Reducing Childhood Deaths and the CHOP Global Health Program

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Vaccine News

Every day at 4 p.m., after her work ends at the community health center, Ramona Cordero heads out on foot into the barrios of the town of Consuelo in the Dominican Republic. Ramona visits the homes of children in The Children’s Hospital of Philadelphia's vaccination program, reminding mothers to bring their children into the clinic to complete their vaccination schedule. Most of the families she visits have a very limited education and are living in extremely impoverished conditions. However, through the outreach work of Ramona and her staff of community health workers, nearly all of the children in the program are fully vaccinated according to the Dominican Republic immunization schedule, a feat that seemed almost impossible two years ago when the program began in the barrios.

By developing partnerships with local organizations, CHOP began a children’s health program called Niños Primeros en Salud, in a rural town in the Dominican Republic in 2009. Delivering timely immunizations to all children under the age of 5 is a priority of the center along with offering other preventive care, a nutrition initiative, de-parasite efforts, breastfeeding education and health education. Immunizing children in the program is such a priority because of the life-saving potential of vaccines, both in the Dominican Republic and throughout the world.

Reducing childhood deaths, the big picture

In 2000, world leaders set eight ambitious goals to reduce poverty around the globe by 2015. One of these goals, known as Millennium Development Goal (MDG) #4, is to reduce childhood deaths by two thirds, and is of particular importance to the health of children. The success of this goal is measured by three indicators:

  • Reducing the number of children less than 5 who die each year
  • Reducing the number of babies who die each year
  • Increasing the number of 1-year-olds immunized against measles

The good news is that for the first time in history, the number of children dying every year has fallen below 10 million. The bad news is that nearly 8 million children will still die before their fifth birthday, largely because of preventable illnesses like pneumonia, diarrhea, malaria and measles. Two million of these deaths, primarily from pneumonia and diarrhea, could be prevented through the use of vaccines.


Immunizations are one of the most effective public health interventions available for decreasing the number of deaths each year in children less than 5. Vaccines are also very cost effective. For the price of a cup of coffee, a child in the developing world can be immunized against five killer diseases. As routine immunizations in many countries throughout the world are becoming more available, they are often delivered to children as a part of packages of interventions that include malaria nets and Vitamin A supplements, which also increase childhood survival rates.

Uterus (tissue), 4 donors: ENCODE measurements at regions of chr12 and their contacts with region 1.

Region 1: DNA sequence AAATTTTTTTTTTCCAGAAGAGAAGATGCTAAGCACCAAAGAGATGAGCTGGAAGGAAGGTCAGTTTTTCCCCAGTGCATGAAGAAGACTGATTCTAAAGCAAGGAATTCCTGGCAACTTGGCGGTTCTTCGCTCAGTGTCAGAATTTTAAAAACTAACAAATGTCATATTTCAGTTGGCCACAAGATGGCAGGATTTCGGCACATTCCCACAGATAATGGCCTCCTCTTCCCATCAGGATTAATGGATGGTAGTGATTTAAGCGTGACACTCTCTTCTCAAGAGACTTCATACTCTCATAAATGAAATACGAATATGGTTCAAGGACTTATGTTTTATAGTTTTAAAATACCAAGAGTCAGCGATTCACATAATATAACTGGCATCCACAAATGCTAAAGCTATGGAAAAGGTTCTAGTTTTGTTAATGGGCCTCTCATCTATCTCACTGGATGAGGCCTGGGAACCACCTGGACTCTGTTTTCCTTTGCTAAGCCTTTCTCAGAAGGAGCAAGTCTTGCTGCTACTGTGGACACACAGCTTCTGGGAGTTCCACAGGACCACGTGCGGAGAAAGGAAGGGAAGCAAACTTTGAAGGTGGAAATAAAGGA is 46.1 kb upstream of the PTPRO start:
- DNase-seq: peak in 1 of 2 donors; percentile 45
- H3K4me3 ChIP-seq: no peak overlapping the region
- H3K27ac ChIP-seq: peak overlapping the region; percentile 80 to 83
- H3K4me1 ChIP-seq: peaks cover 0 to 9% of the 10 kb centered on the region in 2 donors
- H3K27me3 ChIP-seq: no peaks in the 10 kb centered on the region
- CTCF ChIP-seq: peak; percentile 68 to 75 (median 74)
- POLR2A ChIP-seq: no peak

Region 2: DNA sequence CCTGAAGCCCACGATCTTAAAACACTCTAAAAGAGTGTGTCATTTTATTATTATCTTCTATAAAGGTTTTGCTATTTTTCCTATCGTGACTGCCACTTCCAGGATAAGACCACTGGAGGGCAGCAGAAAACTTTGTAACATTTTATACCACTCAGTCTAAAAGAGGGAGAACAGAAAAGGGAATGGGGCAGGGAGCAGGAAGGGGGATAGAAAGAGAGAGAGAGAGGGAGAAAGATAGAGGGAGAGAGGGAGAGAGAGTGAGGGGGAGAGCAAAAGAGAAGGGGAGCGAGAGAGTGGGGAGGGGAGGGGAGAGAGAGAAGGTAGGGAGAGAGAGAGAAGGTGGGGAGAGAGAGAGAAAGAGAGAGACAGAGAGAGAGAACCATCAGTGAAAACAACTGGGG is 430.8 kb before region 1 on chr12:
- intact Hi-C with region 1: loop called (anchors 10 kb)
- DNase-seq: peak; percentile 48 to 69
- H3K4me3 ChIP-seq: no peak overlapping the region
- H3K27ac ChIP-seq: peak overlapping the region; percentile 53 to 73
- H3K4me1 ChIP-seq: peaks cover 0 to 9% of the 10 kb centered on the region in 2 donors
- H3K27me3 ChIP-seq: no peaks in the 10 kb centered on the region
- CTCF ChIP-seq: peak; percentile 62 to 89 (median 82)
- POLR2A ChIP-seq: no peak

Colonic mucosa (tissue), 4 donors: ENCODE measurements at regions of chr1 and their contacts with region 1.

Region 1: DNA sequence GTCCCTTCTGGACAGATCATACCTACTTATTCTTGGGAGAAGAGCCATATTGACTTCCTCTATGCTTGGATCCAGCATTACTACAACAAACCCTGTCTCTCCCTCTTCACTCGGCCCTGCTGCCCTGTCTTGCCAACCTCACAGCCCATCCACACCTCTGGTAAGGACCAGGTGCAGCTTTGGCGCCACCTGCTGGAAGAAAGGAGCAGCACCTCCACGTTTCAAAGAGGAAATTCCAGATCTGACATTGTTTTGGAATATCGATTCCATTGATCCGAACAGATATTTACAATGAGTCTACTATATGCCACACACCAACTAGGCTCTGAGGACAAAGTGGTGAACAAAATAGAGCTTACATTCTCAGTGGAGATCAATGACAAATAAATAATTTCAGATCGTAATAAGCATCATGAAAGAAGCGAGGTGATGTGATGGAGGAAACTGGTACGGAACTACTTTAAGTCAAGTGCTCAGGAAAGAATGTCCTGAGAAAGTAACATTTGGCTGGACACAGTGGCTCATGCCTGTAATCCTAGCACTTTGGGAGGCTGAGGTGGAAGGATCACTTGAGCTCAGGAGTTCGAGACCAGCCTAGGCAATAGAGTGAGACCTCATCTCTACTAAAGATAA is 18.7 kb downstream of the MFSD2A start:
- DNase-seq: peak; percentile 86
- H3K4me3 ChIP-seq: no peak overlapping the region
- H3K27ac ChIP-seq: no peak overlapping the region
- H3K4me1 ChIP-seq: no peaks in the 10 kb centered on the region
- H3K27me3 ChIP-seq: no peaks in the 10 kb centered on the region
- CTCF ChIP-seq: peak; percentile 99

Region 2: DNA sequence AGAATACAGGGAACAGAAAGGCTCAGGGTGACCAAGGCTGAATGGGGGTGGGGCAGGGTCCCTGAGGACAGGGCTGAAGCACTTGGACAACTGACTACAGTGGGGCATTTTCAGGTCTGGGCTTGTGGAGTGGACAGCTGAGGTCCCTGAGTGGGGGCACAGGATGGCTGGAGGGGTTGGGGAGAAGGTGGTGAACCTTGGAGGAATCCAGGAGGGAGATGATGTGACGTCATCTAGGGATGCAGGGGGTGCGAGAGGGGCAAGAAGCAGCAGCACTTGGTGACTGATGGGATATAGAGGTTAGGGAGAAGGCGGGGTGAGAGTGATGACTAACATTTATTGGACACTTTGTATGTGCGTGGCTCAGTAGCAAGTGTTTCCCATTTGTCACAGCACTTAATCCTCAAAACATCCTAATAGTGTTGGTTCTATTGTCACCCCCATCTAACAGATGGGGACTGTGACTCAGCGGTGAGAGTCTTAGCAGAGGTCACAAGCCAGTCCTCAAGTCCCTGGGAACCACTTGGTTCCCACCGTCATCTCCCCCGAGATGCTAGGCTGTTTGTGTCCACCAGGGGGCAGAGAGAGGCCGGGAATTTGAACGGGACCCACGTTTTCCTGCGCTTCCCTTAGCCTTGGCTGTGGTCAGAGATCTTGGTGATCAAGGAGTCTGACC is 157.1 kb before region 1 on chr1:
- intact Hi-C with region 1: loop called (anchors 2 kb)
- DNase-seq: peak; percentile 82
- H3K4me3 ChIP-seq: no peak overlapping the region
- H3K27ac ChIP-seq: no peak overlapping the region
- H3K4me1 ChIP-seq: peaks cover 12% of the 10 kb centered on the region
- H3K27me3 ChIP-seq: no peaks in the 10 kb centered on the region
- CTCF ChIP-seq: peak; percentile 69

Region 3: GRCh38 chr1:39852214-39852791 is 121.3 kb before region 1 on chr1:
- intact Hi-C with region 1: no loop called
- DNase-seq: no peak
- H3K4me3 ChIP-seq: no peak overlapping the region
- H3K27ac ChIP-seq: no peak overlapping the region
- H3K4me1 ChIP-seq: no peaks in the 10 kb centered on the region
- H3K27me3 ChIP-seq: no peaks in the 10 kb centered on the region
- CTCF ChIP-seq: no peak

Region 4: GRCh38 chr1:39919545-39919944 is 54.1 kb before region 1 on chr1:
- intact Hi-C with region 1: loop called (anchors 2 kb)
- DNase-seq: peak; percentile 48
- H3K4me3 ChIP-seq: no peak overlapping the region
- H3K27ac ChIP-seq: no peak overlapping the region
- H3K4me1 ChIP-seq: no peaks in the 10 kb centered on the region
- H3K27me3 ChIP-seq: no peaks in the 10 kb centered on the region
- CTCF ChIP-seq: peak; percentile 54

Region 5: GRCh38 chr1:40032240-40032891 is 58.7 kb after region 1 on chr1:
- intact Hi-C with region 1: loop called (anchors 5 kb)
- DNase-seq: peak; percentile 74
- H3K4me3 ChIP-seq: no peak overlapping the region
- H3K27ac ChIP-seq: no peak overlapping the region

Still, more than 23 million children are not up to date on their immunizations every year due to barriers such as inaccessibility of vaccines, low public awareness of the need for vaccines or unfounded fears about vaccine safety. These unique challenges make it difficult to achieve and maintain immunization rates in developing countries and are the reason global health programs, such as the vaccine program supported through CHOP Global Health, are so important. To learn more about vaccine delivery around the world, visit the GAVI alliance website.

Local dedication, big results

Ramona’s dedication in the Dominican Republic is an example of how innovative programs can overcome the barriers that often prevent successful immunization efforts in the developing world. By improving immunization rates in children throughout the world through programs like Niños Primeros en Salud, more children can be saved and the Millennium Development Goal of reducing childhood deaths will become a reality.

Visit the CHOP Global Health website to learn more about their work.

Materials in this section are updated as new information and vaccines become available. The Vaccine Education Center staff regularly reviews materials for accuracy.

You should not consider the information in this site to be specific, professional medical advice for your personal health or for your family's personal health. You should not use it to replace any relationship with a physician or other qualified healthcare professional. For medical concerns, including decisions about vaccinations, medications and other treatments, you should always consult your physician or, in serious cases, seek immediate assistance from emergency personnel.